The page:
CNN/Money 
Personal Finance
graphic

New $50 bills unveiled
The federal government announces the latest currency redesign: U.S. Grant puts on a new face.
April 26, 2004: 2:12 PM EDT
By Gordon T. Anderson, CNN/Money staff writer

NEW YORK (CNN/Money) - The Bureau of Engraving and Printing Monday unveiled a redesigned version of the $50 bill, the latest in a series of currency redesigns intended to thwart counterfeiters.

 
The new $50 front (click to enlarge)

The decision to redesign the $50 was made last year, and announced simultaneously with the new $20. Those smaller-denomination bills were released to the public beginning in October 2003.

The new look of the $50s was displayed at a ceremony at a printing plant in Fort Worth, Tex., where the notes are to be made. Production will begin this summer, according to Bureau spokeswoman Dawn Haley, and the new $50s should enter general circulation at the end of September or beginning of October.

 
The new $50 back (click to enlarge)

Generally speaking, the bills follow the aesthetic guidelines set out by the $20.

For example, pastel tones will augment the old green and black color scheme, even more vibrantly than on the new $20. Ulysses S. Grant will continue to be pictured, but his face appears more prominently, as Andrew Jackson's does on the $20.

The number 50 is presented in a variety of newly introduced fonts. On the back, the engraving of the Capitol Building has been altered slightly as well.

Fun Facts about the $50
graphic
The $50 debuted in 1862
Ulysses S. Grant has been on the $50 since 1913.
The average lifespan of a $50 is five years.
There are approximately 1.2 billion, or $58.2 billion, $50s in circulation.

"This $50 note is beautifully designed and includes important anti-counterfeiting features," said Federal Reserve Board governor Mark Olson, in a speech made at the unveiling ceremony. Fighting note forgery, he added, "is a job that's never finished."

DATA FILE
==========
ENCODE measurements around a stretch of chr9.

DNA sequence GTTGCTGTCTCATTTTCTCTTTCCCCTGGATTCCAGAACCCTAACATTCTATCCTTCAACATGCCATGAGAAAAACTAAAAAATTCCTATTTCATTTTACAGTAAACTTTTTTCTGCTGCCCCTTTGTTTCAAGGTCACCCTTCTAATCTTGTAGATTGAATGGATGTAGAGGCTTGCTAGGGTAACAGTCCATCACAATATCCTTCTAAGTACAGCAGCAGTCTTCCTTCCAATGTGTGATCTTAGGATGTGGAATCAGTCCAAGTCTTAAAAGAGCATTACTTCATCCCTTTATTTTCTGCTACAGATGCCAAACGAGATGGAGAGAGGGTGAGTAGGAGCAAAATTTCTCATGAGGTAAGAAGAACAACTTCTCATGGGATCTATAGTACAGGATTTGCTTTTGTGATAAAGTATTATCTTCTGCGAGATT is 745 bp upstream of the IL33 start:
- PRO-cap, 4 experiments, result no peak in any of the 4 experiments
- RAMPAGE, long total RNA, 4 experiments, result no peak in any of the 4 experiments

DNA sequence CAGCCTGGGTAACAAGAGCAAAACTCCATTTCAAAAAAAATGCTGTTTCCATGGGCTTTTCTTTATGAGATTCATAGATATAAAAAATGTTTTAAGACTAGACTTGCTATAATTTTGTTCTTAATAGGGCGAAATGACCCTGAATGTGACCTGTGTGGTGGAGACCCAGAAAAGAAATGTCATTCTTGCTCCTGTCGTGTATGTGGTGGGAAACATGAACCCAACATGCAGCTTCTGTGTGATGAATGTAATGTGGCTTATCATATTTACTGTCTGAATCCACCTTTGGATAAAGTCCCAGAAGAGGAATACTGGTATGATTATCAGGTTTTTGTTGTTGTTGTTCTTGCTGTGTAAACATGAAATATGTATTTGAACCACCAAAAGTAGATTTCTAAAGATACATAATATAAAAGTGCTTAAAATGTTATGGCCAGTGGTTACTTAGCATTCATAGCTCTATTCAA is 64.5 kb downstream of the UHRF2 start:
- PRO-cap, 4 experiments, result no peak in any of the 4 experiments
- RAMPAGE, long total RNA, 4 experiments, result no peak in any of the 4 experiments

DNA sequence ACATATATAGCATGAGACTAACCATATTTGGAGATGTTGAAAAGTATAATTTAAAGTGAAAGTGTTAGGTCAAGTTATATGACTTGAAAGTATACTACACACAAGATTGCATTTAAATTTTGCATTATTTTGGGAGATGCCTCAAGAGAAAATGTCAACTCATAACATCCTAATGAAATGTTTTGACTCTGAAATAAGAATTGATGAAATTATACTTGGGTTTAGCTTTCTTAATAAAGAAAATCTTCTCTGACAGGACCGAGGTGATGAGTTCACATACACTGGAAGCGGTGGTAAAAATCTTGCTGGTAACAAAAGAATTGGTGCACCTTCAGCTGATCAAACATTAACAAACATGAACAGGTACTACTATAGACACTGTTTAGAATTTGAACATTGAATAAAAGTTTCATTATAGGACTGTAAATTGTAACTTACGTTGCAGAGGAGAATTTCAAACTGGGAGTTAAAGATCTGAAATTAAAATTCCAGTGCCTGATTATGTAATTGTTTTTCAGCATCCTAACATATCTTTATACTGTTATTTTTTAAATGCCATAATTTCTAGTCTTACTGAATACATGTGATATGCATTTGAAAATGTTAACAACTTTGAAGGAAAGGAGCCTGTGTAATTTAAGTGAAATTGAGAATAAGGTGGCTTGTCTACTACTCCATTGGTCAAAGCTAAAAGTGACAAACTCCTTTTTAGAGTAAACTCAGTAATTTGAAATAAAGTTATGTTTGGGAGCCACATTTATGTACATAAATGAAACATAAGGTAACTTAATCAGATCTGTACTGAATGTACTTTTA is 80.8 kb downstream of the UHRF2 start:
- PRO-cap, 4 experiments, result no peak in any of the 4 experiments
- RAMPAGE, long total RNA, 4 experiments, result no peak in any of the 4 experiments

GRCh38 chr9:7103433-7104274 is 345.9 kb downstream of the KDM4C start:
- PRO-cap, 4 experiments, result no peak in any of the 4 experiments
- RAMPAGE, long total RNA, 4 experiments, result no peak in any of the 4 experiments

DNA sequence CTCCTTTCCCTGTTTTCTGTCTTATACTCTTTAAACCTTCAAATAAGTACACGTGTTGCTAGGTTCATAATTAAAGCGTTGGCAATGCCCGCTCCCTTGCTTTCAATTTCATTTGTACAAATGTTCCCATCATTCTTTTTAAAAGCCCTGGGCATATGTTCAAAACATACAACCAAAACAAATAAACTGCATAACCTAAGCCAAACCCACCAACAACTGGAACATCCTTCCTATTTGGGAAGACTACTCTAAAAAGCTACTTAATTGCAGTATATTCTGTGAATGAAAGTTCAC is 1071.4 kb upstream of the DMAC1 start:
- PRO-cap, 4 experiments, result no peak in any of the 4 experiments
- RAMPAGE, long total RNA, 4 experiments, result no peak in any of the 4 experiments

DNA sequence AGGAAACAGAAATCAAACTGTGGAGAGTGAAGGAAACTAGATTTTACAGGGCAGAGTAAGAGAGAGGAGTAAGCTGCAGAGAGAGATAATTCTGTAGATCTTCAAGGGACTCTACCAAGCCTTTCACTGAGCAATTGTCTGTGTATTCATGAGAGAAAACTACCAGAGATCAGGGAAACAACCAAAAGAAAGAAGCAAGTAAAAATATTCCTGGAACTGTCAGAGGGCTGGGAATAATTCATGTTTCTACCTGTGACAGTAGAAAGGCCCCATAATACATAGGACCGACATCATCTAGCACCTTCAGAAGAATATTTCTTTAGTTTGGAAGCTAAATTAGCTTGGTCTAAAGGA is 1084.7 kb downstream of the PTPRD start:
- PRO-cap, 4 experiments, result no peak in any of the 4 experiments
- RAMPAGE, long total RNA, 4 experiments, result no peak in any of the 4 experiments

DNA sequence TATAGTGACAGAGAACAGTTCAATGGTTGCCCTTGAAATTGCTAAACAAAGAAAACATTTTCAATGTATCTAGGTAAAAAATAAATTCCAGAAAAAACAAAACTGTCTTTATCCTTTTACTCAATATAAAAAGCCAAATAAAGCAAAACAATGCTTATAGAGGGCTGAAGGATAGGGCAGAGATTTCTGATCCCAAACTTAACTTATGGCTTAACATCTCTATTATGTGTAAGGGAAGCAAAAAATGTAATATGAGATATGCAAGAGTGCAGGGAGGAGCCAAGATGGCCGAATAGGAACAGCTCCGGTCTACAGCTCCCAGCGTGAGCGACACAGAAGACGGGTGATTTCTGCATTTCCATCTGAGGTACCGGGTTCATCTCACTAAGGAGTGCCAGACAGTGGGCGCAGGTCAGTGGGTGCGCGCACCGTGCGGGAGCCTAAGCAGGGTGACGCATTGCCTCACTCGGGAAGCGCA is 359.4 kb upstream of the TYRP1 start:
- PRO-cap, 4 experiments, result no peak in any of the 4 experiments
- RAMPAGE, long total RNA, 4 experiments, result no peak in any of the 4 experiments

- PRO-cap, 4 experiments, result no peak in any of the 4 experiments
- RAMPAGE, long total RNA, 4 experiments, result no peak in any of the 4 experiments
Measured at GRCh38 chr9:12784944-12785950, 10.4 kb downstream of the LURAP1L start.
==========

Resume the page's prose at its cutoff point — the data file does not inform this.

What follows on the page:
Although colorization is the most immediately visible difference between the new and old bills, other anti-counterfeiting features may be more technologically significant. These include an embedded plastic strip running vertically; a watermark image engrained into the paper itself; and color-shifting ink, whose appearance changes as you tilt the bill against light.

When the $20 was unveiled, the Bureau launched a large, consumer-focused marketing campaign to explain the redesign to the public. The government spent about $12 million in advertising, and arranged product placement deals to insert the bills onto a number of national TV shows, including the game shows "Jeopardy" and "Wheel of Fortune," and sporting events aired on ESPN and ABC.

YOUR E-MAIL ALERTS
Currency
Counterfeit bills
Federal Reserve

This time, "there will be more of a business-to-business focus to our public education efforts," said Haley. The Bureau is working with vending machine makers and others to ensure a smooth rollout when the new $50s are released in the fall.

When the $20 launched, a snafu arose involving self-service cashiers, those new, do-it-yourself checkout machines. A handful of the machines did not update their optical-recognition software to read the redesigned notes -- a small glitch, but one that left the BEP red-faced nonetheless.

"The technology was so new, we missed a few," acknowledged Haley.  Top of page




  More on PERSONAL FINANCE
How can I protect my investments from inflation?
How to catch up on retirement savings in your 50s
How do you know you're really ready to retire early?
  TODAY'S TOP STORIES
7 things to know before the bell
SoftBank and Toyota want driverless cars to change the world
Aston Martin falls 5% in its London IPO




graphic graphic